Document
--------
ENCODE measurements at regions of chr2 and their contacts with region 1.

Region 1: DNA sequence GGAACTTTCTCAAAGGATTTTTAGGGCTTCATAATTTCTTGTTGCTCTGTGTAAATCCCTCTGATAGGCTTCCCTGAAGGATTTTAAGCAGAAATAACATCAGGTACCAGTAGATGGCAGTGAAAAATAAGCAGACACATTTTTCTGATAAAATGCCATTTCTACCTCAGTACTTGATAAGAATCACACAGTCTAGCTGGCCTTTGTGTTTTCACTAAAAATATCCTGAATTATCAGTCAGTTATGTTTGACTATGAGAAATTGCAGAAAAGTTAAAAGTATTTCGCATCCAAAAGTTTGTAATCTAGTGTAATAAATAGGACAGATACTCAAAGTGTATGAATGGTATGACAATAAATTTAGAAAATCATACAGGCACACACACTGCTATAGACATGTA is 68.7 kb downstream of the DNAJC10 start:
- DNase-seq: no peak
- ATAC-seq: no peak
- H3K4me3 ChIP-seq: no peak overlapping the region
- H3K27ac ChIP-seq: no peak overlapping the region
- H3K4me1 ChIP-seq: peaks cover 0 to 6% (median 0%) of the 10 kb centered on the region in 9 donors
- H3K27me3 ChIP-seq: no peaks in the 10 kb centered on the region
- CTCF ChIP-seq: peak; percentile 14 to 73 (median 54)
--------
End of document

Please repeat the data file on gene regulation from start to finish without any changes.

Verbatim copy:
ENCODE measurements at regions of chr2 and their contacts with region 1.

Region 1: DNA sequence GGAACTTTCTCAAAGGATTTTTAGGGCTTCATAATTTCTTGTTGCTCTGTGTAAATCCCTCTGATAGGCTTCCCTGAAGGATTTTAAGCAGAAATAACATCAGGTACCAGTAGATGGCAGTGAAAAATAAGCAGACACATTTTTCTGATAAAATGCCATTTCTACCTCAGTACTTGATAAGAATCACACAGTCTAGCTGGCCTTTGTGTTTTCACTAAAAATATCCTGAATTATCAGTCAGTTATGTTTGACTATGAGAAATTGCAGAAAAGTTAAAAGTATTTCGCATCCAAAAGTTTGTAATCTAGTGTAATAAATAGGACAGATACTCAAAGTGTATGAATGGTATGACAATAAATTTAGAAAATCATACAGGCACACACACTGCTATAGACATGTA is 68.7 kb downstream of the DNAJC10 start:
- DNase-seq: no peak
- ATAC-seq: no peak
- H3K4me3 ChIP-seq: no peak overlapping the region
- H3K27ac ChIP-seq: no peak overlapping the region
- H3K4me1 ChIP-seq: peaks cover 0 to 6% (median 0%) of the 10 kb centered on the region in 9 donors
- H3K27me3 ChIP-seq: no peaks in the 10 kb centered on the region
- CTCF ChIP-seq: peak; percentile 14 to 73 (median 54)